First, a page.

What about the U.S. near zero interest rate policy which thrifty savers and pension programs are forced to accept, in order to bail out the banks and the government? With the inflation rate higher than your saving rate, you are effectively being charged to keep your money in the bank. From day to day, your money is worth less than the day before. This is simply another form of theft. Soon it will be worthless. And why aren’t U.S. savers and pensioners marching in American streets?

You already know that wealth taxes are nothing more than organized crime implemented by the government. But the ‘inflation’ tax is a crime worse than burdening taxes or stealing savings directly from depositors. It’s a hidden theft. During recent years the theft has been occurring against the most productive and thrifty members of society. And yet no one seems to care. Instead, governments are stealing by maintaining the low and negative interest rates below the real rate of inflation.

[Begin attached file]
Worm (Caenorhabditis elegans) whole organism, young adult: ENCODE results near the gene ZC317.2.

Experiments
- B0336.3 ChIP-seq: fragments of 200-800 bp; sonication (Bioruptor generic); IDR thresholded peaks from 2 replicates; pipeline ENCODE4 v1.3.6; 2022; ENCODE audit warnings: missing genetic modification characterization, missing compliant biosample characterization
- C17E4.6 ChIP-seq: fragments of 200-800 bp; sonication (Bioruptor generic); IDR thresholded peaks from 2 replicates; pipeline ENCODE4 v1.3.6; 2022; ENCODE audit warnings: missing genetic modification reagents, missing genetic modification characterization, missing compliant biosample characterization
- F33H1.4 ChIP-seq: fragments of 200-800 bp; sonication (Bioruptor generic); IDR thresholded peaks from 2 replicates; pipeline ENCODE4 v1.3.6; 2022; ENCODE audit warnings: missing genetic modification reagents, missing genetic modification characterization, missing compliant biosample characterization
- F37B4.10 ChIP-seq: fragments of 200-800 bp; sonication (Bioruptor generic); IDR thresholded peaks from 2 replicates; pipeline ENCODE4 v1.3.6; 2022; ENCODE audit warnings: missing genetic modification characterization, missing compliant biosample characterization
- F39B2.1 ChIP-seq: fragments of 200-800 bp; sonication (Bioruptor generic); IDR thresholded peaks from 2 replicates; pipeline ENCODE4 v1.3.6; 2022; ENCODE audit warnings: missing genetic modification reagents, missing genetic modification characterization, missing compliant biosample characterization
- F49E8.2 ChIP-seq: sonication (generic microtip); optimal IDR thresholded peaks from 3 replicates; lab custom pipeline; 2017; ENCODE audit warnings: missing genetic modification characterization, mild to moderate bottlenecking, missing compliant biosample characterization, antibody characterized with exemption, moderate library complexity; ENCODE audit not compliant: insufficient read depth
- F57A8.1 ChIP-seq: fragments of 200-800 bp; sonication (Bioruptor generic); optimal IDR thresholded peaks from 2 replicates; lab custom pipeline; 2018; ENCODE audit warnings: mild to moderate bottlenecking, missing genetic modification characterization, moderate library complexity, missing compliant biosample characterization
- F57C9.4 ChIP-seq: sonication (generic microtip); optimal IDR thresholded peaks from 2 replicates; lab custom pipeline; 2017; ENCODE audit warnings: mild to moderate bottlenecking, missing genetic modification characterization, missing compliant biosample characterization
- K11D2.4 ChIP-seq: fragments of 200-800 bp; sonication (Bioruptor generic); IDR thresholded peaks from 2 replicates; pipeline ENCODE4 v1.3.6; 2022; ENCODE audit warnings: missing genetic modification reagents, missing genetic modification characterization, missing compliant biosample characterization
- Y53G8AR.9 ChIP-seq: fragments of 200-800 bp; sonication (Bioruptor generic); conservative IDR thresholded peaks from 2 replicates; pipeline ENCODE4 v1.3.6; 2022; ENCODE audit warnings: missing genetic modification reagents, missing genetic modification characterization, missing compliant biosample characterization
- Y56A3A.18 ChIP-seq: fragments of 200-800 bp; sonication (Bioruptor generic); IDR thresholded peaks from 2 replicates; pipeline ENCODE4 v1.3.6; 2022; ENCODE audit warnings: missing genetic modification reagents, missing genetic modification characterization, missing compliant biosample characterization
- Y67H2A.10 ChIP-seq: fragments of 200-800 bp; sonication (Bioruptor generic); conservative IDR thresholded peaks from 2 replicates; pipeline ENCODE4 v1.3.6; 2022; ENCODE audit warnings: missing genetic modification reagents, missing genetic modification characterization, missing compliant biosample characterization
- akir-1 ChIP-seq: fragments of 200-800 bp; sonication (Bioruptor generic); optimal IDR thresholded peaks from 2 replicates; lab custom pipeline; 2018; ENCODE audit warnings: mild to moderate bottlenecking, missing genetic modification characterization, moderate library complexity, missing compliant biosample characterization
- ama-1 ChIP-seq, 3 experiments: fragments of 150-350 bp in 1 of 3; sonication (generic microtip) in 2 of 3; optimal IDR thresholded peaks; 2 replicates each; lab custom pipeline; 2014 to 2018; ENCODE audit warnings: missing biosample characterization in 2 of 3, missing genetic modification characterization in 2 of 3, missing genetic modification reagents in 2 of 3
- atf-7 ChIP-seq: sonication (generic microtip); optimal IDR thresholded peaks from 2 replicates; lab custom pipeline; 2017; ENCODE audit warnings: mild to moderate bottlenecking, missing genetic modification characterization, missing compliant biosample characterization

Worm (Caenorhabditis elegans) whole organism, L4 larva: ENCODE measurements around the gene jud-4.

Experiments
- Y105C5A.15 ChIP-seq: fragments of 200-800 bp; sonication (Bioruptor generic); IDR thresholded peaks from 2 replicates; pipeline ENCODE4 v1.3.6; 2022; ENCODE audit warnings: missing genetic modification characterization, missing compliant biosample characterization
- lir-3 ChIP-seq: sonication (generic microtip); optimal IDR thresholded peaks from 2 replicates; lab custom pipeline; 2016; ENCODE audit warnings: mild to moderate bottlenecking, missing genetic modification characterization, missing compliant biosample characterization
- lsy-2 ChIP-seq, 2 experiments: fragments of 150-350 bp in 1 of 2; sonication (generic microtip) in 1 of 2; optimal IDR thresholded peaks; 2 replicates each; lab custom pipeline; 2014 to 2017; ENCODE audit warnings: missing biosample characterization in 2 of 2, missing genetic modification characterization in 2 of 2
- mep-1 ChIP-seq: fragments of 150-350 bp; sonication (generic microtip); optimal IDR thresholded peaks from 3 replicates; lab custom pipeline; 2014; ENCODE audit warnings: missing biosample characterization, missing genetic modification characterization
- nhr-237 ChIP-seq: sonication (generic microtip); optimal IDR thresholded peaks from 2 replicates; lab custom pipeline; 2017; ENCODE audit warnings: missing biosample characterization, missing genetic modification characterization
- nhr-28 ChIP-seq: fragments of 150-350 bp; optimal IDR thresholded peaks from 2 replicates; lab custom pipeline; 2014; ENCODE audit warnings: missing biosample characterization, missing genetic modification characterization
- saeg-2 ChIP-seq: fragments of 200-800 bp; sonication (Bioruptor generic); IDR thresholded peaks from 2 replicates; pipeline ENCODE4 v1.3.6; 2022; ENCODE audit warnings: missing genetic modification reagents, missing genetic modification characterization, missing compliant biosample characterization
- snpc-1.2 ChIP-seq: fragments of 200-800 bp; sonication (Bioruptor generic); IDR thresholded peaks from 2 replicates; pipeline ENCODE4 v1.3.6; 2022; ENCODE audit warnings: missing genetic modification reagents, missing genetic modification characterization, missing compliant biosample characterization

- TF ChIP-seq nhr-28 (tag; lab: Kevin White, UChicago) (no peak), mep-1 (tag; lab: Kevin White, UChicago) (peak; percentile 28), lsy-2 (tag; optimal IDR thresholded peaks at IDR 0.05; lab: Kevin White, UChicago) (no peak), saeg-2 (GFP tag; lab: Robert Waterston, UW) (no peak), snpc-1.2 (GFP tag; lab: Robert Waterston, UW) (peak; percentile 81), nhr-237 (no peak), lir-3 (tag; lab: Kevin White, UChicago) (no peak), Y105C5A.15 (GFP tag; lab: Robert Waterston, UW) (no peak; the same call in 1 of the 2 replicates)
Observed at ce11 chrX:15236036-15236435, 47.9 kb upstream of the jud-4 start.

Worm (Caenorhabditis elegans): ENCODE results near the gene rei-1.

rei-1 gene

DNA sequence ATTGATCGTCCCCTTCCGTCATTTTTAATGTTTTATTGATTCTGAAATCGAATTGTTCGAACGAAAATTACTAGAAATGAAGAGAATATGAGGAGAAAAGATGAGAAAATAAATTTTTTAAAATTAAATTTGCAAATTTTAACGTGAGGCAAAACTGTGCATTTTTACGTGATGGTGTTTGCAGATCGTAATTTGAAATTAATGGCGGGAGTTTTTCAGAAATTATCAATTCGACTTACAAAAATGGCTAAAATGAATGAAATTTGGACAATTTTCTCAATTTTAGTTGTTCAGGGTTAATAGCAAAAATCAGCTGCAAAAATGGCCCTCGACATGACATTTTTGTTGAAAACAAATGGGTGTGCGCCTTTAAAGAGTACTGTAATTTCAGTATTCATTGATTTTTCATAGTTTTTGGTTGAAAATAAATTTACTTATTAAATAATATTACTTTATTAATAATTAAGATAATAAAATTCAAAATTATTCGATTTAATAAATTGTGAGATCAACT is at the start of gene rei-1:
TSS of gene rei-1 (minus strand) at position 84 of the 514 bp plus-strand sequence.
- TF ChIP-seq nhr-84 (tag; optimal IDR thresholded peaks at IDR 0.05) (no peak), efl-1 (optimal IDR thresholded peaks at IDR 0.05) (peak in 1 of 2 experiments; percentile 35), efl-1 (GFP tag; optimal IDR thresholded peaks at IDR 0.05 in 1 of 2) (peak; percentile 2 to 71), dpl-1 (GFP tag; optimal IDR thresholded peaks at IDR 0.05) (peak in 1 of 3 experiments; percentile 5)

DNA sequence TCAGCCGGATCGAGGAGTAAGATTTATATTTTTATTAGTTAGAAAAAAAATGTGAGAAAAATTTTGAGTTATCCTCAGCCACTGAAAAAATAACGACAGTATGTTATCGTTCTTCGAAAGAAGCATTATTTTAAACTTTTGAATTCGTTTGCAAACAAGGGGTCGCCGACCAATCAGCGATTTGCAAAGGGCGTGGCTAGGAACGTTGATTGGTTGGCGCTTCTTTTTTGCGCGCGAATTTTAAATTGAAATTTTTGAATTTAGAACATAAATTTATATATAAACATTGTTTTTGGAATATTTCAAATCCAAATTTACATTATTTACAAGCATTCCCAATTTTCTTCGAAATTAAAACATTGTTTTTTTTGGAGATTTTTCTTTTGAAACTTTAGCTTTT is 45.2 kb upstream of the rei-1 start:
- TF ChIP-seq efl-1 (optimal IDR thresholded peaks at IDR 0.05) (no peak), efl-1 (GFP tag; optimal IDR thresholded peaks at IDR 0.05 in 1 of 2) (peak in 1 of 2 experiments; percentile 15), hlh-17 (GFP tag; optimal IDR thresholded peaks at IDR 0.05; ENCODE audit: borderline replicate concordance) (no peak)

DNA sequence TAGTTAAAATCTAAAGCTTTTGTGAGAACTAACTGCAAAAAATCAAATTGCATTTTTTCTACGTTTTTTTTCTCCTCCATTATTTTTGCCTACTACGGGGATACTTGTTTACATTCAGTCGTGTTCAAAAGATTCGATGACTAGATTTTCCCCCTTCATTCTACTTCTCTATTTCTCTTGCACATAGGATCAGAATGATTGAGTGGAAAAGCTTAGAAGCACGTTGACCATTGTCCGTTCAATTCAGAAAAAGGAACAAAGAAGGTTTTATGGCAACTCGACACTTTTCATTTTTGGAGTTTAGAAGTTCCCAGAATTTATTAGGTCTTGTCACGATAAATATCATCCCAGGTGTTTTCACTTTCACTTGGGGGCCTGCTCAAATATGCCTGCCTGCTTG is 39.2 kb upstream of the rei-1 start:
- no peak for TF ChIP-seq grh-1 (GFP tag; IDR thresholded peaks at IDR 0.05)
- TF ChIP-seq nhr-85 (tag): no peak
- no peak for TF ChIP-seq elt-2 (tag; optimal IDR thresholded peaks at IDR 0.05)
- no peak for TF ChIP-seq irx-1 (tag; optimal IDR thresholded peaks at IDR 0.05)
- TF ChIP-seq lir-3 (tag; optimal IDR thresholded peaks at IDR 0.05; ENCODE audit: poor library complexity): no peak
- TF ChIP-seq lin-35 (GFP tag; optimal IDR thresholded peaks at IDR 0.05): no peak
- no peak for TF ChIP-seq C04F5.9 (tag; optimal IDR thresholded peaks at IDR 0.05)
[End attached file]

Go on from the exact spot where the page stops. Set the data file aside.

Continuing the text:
What’s the “real” inflation rate?

 The Fed says it’s 2%. But estimates 5% to 9% during the past several years using the same government reporting system used for three decades. You be the judge: During the past year do your grocery bills and gasoline costs seem like they’ve only risen by 2%? Or closer to 5%% Or 9%? What the U.S. government is doing to savers and the retiring baby boomers today is worse than the Cyprus proposal.

Either way, you’re Cyprused.

The government keeps using the same solution that caused the problem in the first place. The Ponzi scheme is bound to end in another unhappy ending.